Israelis demonstrate in Tel Aviv to support the case of Naama Issachar. JACK GUEZ/AFP via Getty Images
Israelis demonstrate in Tel Aviv to support the case of Naama Issachar. JACK GUEZ/AFP via Getty Images

Bargaining Chips

Can Israel, Russia and the U.S. come to an agreement to free Naama Issachar?

On April 9, 2019, Israeli Naama Issachar, 26, was arrested in the Moscow airport for carrying nine grams of cannabis while in transport from India to Israel. She was charged with smuggling drugs and sentenced to seven and a half years in a Russian prison, a sentence many consider too extreme for the crime Issachar committed. 

In light of her unusually long sentence, her transfer from the prison in Moscow—where foreign criminals are normally held—to an isolated one outside of the capital, and the restriction from receiving phone calls, family visits, letters and kosher food, have led many to believe that Russia is using Issachar’s arrest to bargain for the return of Alexei Burkov. Burkov is a Russian hacker accused by the United States of credit card fraud and was arrested in Israel during his 2015 trip at the request of the U.S. Both the U.S. and Russia are looking to Israel to extradite Burkov to their respective countries, but the U.S. made this request first; therefore, Russia is suspected of using Issachar as a ploy to convince Israel to swap her with Burkov. Naama Issachar’s uncle believes she is “a hostage, abducted in order to bargain for a Russian hacker.” 

Israeli officials refused to return the hacker to Russia, and on October 30, Justice Minister Amir Ohana announced his official plan to extradite Burkov to the U.S. Prior to this decision, Issachar’s family had been pleading with Ohana to delay the extradition, so as not to worsen Naama Issachar’s position. Her concerned mother, Yafa, remarked, “I want to believe that [the extradition] will not happen, it would be terrible… It doesn’t make sense, they won’t hand him over to America when my daughter is a bargaining chip.” After Ohana’s decision, Issachar’s lawyers pledged they would file an appeal to the High Court of Justice against his resolve. They characterized the appeal as “an expectation based on the principles of law and justice that this decision will not stand.”

On October 17, prior to Ohana’s official plans to extradite Burkov to the U.S., he defended his position by saying, “I suggest not creating a very dangerous precedent here, that each time there is a country that wants to have someone extradited, it captures an Israeli and makes a scapegoat of them.” Just one day before Ohana finalized the extradition, his words seemed to have rung true when Jordan detained an Israeli who was swimming in the Jordan River and crossed the border. Jordan is believed to be holding him in order to make an exchange between him and two Jordanians, Hiba Labadi and Abdul Rahman Miri, detained by Israel in August, who have still not been charged with any crime, but were arrested for crossing the border. Jordanian official, Khalil Attia, took this a step further and urged that Jordan not release the Israeli detainee without freeing all 22 Jordanians jailed in Israel, maintaining that “the release of all Jordanians is now on the agenda.”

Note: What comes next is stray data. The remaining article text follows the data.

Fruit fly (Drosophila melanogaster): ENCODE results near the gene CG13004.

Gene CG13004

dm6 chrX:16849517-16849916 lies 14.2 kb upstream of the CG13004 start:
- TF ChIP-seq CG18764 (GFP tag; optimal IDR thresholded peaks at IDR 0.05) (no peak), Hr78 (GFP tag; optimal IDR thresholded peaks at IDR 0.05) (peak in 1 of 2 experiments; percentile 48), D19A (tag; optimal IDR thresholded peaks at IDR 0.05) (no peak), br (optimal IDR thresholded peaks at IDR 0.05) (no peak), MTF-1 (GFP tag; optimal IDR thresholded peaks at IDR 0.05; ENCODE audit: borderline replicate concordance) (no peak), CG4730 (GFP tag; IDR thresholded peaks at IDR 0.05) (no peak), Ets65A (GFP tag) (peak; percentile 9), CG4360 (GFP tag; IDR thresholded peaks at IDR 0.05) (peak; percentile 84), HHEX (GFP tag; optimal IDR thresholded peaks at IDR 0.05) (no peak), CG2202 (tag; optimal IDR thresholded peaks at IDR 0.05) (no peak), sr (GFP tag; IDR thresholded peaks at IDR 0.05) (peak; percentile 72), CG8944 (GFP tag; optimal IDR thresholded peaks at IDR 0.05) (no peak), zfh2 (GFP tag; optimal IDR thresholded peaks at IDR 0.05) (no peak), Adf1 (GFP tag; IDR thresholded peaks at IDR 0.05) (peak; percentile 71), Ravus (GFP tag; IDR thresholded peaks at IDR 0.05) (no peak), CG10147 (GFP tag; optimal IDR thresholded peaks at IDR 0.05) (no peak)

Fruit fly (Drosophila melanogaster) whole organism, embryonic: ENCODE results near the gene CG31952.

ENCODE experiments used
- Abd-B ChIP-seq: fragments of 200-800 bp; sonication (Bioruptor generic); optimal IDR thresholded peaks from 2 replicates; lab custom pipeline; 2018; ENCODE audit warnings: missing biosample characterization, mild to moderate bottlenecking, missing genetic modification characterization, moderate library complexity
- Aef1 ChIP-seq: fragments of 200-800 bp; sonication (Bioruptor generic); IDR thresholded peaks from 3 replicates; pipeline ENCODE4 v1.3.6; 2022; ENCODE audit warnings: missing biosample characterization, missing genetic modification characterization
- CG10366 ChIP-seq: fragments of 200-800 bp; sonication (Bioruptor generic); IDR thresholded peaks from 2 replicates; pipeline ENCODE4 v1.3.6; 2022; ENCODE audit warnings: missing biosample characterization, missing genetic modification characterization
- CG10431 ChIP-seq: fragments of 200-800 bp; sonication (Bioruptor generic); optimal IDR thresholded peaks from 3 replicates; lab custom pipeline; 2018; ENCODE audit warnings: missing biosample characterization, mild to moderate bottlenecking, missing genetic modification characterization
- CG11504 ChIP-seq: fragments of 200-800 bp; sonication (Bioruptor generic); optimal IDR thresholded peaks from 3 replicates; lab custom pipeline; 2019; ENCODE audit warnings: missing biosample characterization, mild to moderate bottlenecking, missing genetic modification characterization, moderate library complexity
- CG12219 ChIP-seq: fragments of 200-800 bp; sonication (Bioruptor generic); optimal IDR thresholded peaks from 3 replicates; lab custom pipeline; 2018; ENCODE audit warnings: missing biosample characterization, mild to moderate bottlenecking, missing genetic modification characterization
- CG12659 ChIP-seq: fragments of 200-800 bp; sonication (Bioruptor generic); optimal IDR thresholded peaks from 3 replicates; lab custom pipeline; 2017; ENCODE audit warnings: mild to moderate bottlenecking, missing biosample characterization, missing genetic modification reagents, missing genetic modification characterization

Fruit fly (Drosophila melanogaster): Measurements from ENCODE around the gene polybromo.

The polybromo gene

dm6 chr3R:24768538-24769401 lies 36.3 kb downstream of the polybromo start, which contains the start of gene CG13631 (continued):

Israeli officials are continually meeting with President Vladamir Putin to discuss pardoning Issachar. In a letter thanking Putin for his assistance in recovering the body of IDF soldier Zachary Baumel, who was captured in the Lebanon War, President Rivlin added, “I am appealing to your mercy and compassion with a request for your personal intervention to grant her [Issachar] an extraordinary pardon.” On October 15, Prime Minister Netanyahu issued an official clemency request to Putin, and Putin celebrated Netanyahu’s 70th birthday on October 21 with a phone call to the Prime Minister, in which the Prime Minister again requested that Putin pardon Issachar. Israeli officials are hoping that Issachar will be released by the time Putin visits Jerusalem in January.

While Israeli officials are advocating on Issachar’s behalf, the citizens are joining in their efforts. On October 13, the Israeli government issued an official statement warning against travelling to Russia at the moment, and since then, Travelist, Israel’s travel site, reported that flight demand to Moscow has decreased by 30 percent with flight reservations decreasing by 11 percent. Maria Elkin, an Israeli-Russian citizen, who planned to participate in Moscow’s February marathon, cancelled her flight, saying, “I love the city and I will miss it dearly, but I won’t go back there any time soon. I also renounced my Russian citizenship.” On October 19, hundreds of citizens protested in Tel Aviv, chanting “Free Naama!” and listened to her close friends speak about her. Her lawyer, Alexander Teitz, claims Issachar “was overwhelmed by the great support she received from Israel and Jews around the world.”

Rachel Shohet is a senior at The Ramaz Upper School in Manhattan. She is a Staff Writer for Fresh Ink for Teens.

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